Even in the depths of winter, I crave fresh air! It’s my habit to open the windows for a few minutes every day, which helps clear out the stuffiness that accumulates from heat, dust and pets. As I do that, my attention is drawn to the room’s woodwork . . . and it occurs to me that a fresh coat of paint on the trim will do wonders to add new spark to a space.
In my home, where allergies are a concern, the paint of choice is Benjamin Moore’s Natura paint. This 100% acrylic paint has zero VOC and zero emissions, is virtually odorless and certified asthma and allergy friendly. In addition, it’s splatterless. It is self-priming on most surfaces, and can be recoated in an hour. The final result is durable and washable. What more could you ask for?
If you make this a do-it-yourself project, all you need is the paint, a brush, painter’s tape and a drop cloth. For good paint adhesion, make sure the surface to be painted is clean. Vacuum the trim and the adjacent wall area to remove dust and other lose particles. Then use a damp rag to clean the trim. If the trim surface is greasy, wash it with a detergent solution. TSP-PF (phosphate free), which is available at home centers and paint stores, is the detergent favored by many painters. Let the surface completely dry before applying painter’s tape.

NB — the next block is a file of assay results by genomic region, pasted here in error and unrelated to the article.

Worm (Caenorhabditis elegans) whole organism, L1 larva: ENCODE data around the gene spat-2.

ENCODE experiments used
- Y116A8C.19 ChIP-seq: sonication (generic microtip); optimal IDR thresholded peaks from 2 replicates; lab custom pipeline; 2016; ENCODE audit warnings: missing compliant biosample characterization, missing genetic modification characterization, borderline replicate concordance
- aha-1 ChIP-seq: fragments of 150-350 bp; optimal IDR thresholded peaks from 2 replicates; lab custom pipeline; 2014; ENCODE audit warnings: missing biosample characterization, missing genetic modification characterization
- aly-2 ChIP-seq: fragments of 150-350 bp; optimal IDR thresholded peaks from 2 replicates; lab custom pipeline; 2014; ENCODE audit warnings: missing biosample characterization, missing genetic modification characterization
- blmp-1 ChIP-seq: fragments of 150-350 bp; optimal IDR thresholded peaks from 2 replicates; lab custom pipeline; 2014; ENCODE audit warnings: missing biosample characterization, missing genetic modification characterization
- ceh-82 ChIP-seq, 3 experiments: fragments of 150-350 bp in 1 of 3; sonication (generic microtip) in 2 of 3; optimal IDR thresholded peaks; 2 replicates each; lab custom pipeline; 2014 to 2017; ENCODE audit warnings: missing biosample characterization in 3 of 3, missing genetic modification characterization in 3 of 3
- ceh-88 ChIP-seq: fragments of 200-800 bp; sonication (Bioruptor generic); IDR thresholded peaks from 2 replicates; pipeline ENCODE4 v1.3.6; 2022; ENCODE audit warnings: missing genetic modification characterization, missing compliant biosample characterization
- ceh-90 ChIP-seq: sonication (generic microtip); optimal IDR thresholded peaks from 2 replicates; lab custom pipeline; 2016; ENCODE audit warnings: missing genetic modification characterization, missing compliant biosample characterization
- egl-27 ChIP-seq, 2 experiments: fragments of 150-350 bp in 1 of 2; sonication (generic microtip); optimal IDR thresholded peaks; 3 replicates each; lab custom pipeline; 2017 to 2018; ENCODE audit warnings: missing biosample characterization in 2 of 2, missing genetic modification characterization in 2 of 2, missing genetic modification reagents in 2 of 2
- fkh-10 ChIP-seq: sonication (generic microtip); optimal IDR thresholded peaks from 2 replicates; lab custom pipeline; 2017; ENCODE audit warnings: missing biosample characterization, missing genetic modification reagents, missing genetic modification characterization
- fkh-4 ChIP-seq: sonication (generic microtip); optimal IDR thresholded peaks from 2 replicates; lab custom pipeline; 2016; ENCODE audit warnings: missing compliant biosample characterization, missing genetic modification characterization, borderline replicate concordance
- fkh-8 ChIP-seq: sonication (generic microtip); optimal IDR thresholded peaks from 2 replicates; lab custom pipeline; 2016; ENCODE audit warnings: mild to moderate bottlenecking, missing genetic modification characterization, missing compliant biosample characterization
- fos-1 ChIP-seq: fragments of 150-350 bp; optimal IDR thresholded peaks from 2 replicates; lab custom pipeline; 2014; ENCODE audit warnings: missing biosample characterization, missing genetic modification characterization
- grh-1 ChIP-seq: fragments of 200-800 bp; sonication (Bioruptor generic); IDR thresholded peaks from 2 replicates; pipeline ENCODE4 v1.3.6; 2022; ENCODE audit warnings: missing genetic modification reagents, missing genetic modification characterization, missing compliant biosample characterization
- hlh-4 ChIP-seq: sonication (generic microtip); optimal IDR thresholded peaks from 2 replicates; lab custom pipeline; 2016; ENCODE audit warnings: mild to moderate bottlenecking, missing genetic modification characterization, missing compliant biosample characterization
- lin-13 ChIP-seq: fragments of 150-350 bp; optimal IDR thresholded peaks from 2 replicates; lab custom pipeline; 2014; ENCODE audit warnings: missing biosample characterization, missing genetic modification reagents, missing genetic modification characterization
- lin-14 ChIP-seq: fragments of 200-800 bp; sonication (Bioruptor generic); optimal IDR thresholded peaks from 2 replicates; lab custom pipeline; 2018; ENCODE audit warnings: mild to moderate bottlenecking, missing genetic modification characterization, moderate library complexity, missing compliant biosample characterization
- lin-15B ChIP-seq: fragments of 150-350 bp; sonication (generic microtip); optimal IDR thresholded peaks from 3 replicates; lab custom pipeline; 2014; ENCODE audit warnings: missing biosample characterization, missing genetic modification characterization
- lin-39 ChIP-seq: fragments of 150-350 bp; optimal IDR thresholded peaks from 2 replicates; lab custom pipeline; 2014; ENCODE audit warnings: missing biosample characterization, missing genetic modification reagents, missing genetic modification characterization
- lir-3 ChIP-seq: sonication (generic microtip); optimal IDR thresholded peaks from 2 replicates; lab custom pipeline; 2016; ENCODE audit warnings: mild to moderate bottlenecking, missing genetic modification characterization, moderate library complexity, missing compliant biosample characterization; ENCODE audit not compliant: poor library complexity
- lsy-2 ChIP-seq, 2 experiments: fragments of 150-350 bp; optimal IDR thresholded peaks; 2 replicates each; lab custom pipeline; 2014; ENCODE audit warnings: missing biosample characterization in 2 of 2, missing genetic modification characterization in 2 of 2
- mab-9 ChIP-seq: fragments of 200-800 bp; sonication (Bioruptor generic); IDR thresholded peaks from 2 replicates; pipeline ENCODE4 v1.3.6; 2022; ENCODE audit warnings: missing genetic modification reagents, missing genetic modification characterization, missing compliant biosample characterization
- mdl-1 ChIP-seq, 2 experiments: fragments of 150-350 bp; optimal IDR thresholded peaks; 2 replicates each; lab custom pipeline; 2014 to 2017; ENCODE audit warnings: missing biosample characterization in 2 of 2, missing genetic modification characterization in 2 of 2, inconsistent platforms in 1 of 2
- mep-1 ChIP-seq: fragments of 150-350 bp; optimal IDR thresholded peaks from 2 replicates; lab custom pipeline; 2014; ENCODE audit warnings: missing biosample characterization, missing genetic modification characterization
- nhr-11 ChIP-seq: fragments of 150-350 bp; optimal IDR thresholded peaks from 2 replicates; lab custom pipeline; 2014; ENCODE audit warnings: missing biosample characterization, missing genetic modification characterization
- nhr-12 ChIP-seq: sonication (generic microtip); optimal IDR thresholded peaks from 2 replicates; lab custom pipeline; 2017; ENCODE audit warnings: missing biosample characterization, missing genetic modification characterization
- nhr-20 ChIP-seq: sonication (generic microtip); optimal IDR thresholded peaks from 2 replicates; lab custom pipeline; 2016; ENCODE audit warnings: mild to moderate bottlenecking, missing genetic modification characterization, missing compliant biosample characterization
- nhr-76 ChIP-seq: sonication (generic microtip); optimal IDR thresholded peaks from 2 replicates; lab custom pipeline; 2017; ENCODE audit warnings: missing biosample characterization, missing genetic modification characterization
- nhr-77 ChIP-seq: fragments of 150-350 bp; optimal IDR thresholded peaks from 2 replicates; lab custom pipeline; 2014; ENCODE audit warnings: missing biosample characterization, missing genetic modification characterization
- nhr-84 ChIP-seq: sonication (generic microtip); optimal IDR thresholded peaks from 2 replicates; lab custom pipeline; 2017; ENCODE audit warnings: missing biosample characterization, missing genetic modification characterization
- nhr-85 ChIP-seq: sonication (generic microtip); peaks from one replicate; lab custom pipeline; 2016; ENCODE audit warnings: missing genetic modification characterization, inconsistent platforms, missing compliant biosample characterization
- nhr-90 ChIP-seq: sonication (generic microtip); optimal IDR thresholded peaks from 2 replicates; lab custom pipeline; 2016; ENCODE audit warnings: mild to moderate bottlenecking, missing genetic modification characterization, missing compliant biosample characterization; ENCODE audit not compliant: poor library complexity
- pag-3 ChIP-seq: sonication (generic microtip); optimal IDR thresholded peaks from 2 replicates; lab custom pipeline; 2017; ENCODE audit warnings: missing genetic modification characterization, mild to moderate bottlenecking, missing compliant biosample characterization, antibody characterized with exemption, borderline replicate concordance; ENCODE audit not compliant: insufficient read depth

After you apply the painter’s tape, be sure to press down the edges to seal it so the paint won’t seep through. To do this, use your fingernail or the tip of a spoon. If you want to get a little fancier, consider a small investment in a flexible putty knife. It works great because it conforms to uneven surfaces. For best results, slightly tilt the putty knife blade so you are applying pressure along the edge of the tape.
Remove the tape while the paint is still wet. Slowly and carefully pull it away from the paint line at a 45-degree angle. If a bit of paint seeps through, wipe it off immediately, using a damp cloth. If the tape is left on until the paint dries, you run the risk of peeling some of the new paint off along with the tape. With a quick-drying paint like Natura, work in small sections so that the tape comes off before the paint is thoroughly dry.